The races 2 and 12 are then assembled with grade 1 balls 10 and the bearing assembly is completed by adding the seals 18 and the ball cage 20.
The assembled bearings for test purposes are then given a "dead weight" drop test to determine the bearings susceptibility to damage from impact loading. The test is performed by holding the bearing by the bore while a dead weight of 60 pounds is dropped radially on the bearing from a height of 20 inches. After each drop the height of fall is increased by increments of 2 inches until failure occurs. Normally the outer race 2 is the first to fracture. The height of the final fall before fracture is considered as the bearing's rating. It has been established that conventional 35 mm bearings with ground inner and outer races have an average of 36 inches. By contrast, however, the bearings of this invention with the tumbled outer races 2 have an average rating of 54 inches which is an increase of 50% over the conventional bearing.
This surprising increase in performance is attributed to the small rounded irregularites 32 in FIG. 2 of the raceway 8 of outer race member 2 acting as small collapsible steering columns which absorb the impact energy and more widely distribute the Hertz stresses induced by impact. As understood in the art, however, it is well known that grinding a hardened surface introduces tensile stresses which are vulnerable to impact fracture. On the other hand, tumbling or shot peening is believed to introduce compressive stresses in the surface which are resistant to impact fracture. It is further known in the art that case hardening and carburization also induce compressive stresses in the surface of steel which are impact resistant. This being the case, it is also within the scope of my invention to combine both impact resistant compression stress inducing opertions in race manufacture by subjecting them to both tumbling and case hardening.
Again, with respect to FIG. 2, there is shown at a magnification of 25 X on the horizontal scale and 1,000 X on the vertical scale, the rounded irregularities 32 of a turned raceway 8 after it has been subjected to the aforesaid tumbling operation. The tumbling operation reduces the sharp edges, caused by tearing and cutting in the turning operation, to the characteristic rounded irregularities 32 by the process of peening and erosion.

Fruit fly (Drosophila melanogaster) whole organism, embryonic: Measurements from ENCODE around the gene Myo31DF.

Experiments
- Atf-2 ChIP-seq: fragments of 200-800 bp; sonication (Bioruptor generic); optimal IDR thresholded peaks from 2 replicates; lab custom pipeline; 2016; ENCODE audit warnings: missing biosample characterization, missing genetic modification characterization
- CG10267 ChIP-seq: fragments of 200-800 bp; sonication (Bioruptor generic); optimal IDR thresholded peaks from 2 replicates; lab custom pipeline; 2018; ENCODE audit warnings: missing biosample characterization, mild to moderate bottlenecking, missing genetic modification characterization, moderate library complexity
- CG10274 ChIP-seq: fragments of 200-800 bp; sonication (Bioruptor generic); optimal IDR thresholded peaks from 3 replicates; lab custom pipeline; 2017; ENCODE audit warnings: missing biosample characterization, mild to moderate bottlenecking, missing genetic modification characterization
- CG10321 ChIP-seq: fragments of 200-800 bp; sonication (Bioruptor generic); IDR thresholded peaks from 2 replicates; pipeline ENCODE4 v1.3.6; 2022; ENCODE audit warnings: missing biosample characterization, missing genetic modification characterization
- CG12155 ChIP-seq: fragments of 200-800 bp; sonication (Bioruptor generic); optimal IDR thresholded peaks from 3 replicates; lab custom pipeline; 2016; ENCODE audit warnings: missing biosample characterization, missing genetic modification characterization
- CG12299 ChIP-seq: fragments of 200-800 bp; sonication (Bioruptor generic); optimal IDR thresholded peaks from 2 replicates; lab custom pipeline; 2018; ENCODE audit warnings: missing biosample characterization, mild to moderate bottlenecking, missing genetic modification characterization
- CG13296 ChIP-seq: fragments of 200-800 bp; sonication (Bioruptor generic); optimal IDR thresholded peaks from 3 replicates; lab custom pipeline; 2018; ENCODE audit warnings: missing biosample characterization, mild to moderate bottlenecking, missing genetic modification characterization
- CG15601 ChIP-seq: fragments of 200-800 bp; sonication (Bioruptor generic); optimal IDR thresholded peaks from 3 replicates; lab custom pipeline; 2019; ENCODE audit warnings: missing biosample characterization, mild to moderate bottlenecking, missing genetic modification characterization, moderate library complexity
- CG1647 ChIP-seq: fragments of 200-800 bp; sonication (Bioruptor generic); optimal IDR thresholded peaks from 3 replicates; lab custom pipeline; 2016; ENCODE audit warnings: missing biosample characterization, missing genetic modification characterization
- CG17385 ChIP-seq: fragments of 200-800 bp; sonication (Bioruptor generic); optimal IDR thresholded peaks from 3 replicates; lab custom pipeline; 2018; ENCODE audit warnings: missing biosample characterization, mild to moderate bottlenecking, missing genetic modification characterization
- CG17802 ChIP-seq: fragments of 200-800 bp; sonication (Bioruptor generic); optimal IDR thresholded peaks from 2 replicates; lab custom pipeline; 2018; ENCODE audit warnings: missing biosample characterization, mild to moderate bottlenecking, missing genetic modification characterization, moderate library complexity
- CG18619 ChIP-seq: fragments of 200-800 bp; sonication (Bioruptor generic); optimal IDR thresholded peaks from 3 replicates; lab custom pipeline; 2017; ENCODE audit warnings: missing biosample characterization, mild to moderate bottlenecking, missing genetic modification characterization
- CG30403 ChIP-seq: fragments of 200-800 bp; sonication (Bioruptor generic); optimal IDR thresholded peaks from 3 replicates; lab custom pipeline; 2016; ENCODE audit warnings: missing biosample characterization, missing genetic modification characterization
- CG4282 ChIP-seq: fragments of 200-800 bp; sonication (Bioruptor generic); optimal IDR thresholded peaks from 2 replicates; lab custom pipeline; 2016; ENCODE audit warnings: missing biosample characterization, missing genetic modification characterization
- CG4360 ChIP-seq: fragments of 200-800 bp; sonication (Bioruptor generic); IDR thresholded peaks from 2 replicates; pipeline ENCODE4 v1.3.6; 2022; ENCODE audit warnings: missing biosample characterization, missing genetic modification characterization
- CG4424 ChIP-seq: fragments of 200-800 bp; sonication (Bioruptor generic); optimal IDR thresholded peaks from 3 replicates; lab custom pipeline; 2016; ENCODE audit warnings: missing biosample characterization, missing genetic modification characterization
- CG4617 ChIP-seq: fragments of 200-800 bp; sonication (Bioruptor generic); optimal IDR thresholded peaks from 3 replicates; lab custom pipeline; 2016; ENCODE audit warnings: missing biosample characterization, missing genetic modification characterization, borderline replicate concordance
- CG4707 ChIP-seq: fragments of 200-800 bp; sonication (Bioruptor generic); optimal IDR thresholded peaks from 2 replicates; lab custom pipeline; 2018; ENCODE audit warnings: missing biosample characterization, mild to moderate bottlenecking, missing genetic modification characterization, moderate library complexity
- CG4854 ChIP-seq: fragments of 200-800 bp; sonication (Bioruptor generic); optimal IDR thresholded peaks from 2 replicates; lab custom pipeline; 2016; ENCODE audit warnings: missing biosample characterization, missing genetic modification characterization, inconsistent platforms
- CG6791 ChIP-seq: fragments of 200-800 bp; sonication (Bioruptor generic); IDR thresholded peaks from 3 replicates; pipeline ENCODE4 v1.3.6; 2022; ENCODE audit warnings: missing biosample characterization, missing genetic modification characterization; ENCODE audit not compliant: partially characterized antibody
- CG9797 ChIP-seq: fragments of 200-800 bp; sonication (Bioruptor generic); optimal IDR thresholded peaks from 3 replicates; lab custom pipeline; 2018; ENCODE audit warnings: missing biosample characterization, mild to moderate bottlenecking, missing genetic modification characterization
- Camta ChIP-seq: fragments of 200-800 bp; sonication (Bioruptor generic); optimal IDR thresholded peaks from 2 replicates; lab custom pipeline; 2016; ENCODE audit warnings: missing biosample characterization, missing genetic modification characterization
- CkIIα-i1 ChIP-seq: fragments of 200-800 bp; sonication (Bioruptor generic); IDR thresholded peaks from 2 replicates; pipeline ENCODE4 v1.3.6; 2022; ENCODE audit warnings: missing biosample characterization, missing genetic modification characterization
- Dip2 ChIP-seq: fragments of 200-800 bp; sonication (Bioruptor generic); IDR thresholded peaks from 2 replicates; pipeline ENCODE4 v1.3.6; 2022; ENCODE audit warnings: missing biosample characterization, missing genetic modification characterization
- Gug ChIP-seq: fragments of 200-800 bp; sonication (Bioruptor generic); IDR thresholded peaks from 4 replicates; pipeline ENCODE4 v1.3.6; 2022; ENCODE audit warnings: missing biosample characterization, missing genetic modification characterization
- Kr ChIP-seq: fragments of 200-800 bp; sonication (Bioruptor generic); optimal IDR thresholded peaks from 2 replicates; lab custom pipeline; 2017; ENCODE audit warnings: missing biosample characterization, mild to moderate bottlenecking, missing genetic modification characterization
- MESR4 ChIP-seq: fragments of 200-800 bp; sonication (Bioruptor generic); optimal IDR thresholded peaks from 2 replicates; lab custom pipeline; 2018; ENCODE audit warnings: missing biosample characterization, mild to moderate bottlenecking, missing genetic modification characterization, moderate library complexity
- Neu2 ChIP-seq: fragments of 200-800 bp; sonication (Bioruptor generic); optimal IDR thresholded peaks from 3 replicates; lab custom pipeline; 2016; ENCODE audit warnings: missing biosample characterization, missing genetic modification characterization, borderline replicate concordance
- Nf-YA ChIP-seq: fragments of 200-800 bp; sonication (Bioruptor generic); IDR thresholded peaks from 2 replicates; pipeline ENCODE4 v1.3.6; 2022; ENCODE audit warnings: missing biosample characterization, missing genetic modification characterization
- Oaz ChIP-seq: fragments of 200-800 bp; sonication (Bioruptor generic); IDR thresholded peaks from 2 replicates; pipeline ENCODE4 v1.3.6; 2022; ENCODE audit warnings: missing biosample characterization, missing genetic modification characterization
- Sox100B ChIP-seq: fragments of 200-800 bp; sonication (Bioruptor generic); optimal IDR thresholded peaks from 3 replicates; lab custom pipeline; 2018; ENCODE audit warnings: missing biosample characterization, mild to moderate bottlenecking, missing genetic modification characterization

FIG. 3 shows for comparison a conventional raceway at the same magnification as FIG. 2, that has been ground to a surface finish at 15 microinches R.M.S.
To those skilled in the art to which this invention relates, differing construction embodiments and applications of the invention will suggest themselves without departing from the spirit and scope of the invention. The disclosures and the descriptions herein are purely illustrative and are not intended to be limiting in any sense. For example, while I have not found it necessary for present product application, one could produce both the inner and the outer raceway in the manner I have described above for the outer raceway.
|Cited Patent||Filing date||Publication date||Applicant||Title|
|US3791706 *||Oct 4, 1972||Feb 12, 1974||Formmet Corp||Forged ring structure of multiple cast metals|
|US3930693 *||Feb 2, 1973||Jan 6, 1976||The Torrington Company||Full complement bearing having preloaded hollow rollers|
|Citing Patent||Filing date||Publication date||Applicant||Title|
|US4673301 *||Feb 27, 1984||Jun 16, 1987||Skf Kugellagerfabriken Gmbh||Supporting member|
|US5397188 *||Aug 25, 1993||Mar 14, 1995||Ntn Corporation||Rolling member|
|US5492620 *||Mar 9, 1994||Feb 20, 1996||Evans; Steven T.||Apparatus for removing contaminants from a waste stream|
|US5577846 *||Jun 5, 1995||Nov 26, 1996||Koyo Seiko, Co., Ltd.||Eccentric rolling bearing device|
|US6349590 *||May 26, 2000||Feb 26, 2002||Yee Kong Wai||Method and apparatus for estimating load bearing capacity of piles|
|US8973271||Jul 8, 2011||Mar 10, 2015||Schatz Bearing Corporation||Method for manufacturing an integral duplex bearing|
|U.S. Classification||384/569, 29/898.066|
|International Classification||F16C33/78, F16C19/06, B66F9/08, F16C33/64|
|Cooperative Classification||F16C33/64, Y10T29/49689, F16C19/06, B66F9/08, F16C33/7843, F16C13/006|
|European Classification||F16C33/78G1, B66F9/08, F16C19/06, F16C33/64, F16C13/00G|